having
> to sweat the details.  Personally I think this is bunk, and that the real
> reason is they just aren't that good at assembler and don't want to (or
> can't) learn it.  People don't want to admit this, so they come up with
all
> kinds of reasons why using a compiler is "better".  Either way you still
> have to have a good grasp of what the hardware is doing.

Well, I wrote a well-functioning 8,000 line ASM program and decided I had
better things to do with my life than deal with pages of opcodes.  What do
you think my real reason is, if you think I am making up reasons?  I KNOW
how the chip works.  I also know how an internal combustion engine works and
how to rebuild them, but I left that job behind for a reason.

>A compiler on a
> small system will only hide the hardware from you to an extent, and sooner
> or later you will get into trouble if you don't understand what is going
on
> at the instruction level.
>
> Properly written assembler can be just as fast to write and maintainable
as
> compiled code,

Care to write a tutorial?

> but leaves no doubt what is going on at the instruction level.

Gee, read the opcode output if something is in doubt.

>Improperly written code is useless no matter what language it is
> written in.  Unfortunately, 99% of all code out there I've seen is poorly
> written.

Of course, but then, everyone seems to have their own little idea of what is
"properly written", and as such, standards are often in direct conflict.

I am sure you are different, the problem is that everyone seems to have this
"one size fits all" concept.  For one, I get confused when all the opcodes
blend in to each other.  My mind probably doesn't work like yours, but I
don't like the idea that someone is insinuating that I or anyone else is
stupid for preferring not to deal with ASM once a good understanding is
attained.

Jeff

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2002\04\17@215005 by Bob Ammerman

picon face
Gordon,

What exactly are you trying to do? Stop the processing in C as soon as an
interrupt occurs?

The only thing you can reasonably do is repeatedly check the flag in the "C"
code. This will usually come down to just two instructions, so it isn't too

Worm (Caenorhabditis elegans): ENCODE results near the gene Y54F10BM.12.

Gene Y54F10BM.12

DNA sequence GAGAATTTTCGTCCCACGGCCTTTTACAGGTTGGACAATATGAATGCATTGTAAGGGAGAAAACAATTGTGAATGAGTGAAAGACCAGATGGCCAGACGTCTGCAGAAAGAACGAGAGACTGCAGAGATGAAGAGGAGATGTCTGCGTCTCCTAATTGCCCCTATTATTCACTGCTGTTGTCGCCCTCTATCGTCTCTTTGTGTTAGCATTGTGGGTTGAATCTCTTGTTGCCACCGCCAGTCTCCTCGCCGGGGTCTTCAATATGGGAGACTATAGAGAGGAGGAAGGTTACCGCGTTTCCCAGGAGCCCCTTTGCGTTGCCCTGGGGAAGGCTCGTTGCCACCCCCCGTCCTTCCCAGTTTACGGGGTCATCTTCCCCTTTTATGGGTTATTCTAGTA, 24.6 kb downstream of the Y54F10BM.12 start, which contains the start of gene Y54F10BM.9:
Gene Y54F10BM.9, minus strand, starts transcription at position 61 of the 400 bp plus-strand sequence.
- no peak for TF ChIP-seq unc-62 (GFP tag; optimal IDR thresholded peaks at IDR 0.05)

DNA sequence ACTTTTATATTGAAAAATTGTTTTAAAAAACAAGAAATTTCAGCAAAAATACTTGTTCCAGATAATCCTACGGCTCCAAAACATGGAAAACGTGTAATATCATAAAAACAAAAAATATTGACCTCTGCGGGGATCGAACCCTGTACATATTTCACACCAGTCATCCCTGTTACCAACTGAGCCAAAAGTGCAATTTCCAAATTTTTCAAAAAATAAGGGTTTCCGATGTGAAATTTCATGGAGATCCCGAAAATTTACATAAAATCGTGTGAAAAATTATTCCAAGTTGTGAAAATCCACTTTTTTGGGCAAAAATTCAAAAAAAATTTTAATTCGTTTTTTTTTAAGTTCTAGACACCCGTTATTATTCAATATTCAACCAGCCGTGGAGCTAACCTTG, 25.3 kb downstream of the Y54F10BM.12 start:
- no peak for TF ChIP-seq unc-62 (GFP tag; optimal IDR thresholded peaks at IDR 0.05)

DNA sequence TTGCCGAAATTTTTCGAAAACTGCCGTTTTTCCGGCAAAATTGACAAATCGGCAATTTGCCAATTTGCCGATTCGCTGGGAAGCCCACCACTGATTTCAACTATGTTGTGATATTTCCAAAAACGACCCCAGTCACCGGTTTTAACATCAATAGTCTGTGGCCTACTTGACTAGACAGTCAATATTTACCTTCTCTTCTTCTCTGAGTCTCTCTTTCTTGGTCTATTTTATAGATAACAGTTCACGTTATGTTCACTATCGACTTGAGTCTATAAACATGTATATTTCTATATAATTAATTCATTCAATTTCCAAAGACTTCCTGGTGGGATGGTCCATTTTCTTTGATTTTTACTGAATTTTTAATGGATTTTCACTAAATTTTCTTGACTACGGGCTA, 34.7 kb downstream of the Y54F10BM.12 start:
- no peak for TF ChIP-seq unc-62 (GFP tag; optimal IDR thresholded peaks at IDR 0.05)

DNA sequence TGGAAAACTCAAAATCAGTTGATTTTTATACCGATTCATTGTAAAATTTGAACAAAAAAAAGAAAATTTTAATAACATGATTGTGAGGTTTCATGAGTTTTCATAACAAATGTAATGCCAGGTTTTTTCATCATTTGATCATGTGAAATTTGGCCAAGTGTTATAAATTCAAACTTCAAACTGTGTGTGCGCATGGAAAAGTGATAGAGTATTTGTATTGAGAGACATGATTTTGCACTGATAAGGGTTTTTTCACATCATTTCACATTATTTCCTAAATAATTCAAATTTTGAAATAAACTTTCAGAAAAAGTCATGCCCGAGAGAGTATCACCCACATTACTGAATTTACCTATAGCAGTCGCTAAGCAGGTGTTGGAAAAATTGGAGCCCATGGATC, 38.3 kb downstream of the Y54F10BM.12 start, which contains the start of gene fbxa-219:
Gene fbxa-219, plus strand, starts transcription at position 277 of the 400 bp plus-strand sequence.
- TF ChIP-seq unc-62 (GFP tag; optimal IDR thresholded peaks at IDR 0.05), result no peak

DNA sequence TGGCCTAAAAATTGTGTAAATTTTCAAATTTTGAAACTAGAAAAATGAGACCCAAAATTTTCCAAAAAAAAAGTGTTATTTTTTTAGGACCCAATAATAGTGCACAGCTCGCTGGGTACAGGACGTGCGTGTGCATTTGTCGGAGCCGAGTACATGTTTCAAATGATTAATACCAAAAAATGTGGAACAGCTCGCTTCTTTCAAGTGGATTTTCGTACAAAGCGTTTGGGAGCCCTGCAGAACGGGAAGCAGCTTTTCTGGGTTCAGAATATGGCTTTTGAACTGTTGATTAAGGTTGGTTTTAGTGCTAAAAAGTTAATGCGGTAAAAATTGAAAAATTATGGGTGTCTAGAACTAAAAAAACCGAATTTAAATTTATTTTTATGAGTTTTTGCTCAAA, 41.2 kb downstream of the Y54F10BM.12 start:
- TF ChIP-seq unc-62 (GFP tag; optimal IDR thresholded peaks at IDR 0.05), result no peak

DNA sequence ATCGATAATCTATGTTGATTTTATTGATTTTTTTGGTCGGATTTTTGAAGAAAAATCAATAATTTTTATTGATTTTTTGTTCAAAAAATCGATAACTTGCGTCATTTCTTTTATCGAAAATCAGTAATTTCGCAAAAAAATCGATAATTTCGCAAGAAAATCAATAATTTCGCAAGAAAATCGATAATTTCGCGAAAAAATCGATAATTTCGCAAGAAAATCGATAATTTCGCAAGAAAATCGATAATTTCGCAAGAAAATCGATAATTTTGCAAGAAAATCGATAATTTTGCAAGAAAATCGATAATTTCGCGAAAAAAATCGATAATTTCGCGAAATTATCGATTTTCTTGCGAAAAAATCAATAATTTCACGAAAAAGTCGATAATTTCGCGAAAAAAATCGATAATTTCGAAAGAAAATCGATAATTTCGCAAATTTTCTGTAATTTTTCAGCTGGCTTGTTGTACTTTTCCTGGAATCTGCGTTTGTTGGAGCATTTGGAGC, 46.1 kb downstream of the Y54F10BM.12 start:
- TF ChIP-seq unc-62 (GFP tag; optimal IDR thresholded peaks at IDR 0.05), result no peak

bad to sprinkle them throughout the code:

while (1)
{
   while (1)
   {
       do_a_little();
       if  (flag)
           break;
       do_a_little_more();
       if (flag)
           break;
       ....etc..
   }
   flag = 0;
   do_whatever_after_the_interrupt();
}

Note: you can even check the flag within called functions and exit them
early:

void do_a_little(void)
{
   a = b+c;
   if (flag)
       return;
   b = c+d;
   if (flag)
       return;
}

The latency between the interrupt and leaving the loop depends on how
closely you sprinkle the checks on flag.

There is one other crazy idea you can use:

void main_loop_func()
{
   if (do_whatever_flag)
       do_whatever();

   while (1)
   {
        do whatever you want without worrying about checking the flag
   }
}

And then the interrupt handler looks like this:

int_handler:
   set do_whatever_flag
   clear interrupt cause
  set GIE flag
   jmp to loop_func

This technique takes advantage of the fact the the stack on all pics (except
18C/F) are circular. If you use this technique then you can never return
from main_loop_func() because the stack no longer aligns.

On an 18C/F, where the stack is accesible, you could get even fancier:

void driver_func()
{
   main_loop_func();
   do_whatever();
}

main_loop_func()
{
   main_loop_stack_ptr = STKPTR;

   while (1)
   {
        do whatever you want without worrying about interrupts at all
   }
}

int_handler:

   ---clear interrupting condition---
   movf        main_loop_stack_ptr,W
   movwf    STKPTR
   retfie    ; returns to caller of main_loop_func() !!!

Bob Ammerman
RAm Systems

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2002\04\17@235149 by Timothy J. Massey

flavicon
face
Hello!

I'm just the opposite:  I'm a programmer who's new to hardware!  :)

There are two choices in breaking out of the loop:

1) Within the loop examine a variable set by the ISR
2) Within the ISR set the PC to another location (but I'm not sure about
how to clean up the stack on a PIC:  there aren't POP instructions)

If you need better than one-check-for-interrup-per-loop resolution, you
will have to check for the interrupt more often:

for(;;) {
    <real instruction>
    <real instruction>
    if(<variable>=1) break;
    <real instruction>
    <real instruction>
    if(<variable>=1) break;
    ...
}

As for option two, I don't think it's an option for a PIC, but you could do
it on a "normal" computer...

Is there a more creative solution I'm missing?

Tim Massey








                   Gordon Varney
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                   E.COM>               cc:
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                   04/17/02 05:58
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Tim,
       I use C to decrease the time spent programming. I can program in
ASM and C, however I am a hardware engineer, and my
programming skills are not as efficient as someone that will program all
day.

I need to use the ISR to exit out of the loop, not post pone it. All I am
asking is, is there a way to use the ISR to
stop the loop, in only a few instructions. Keeping the loop in tack is not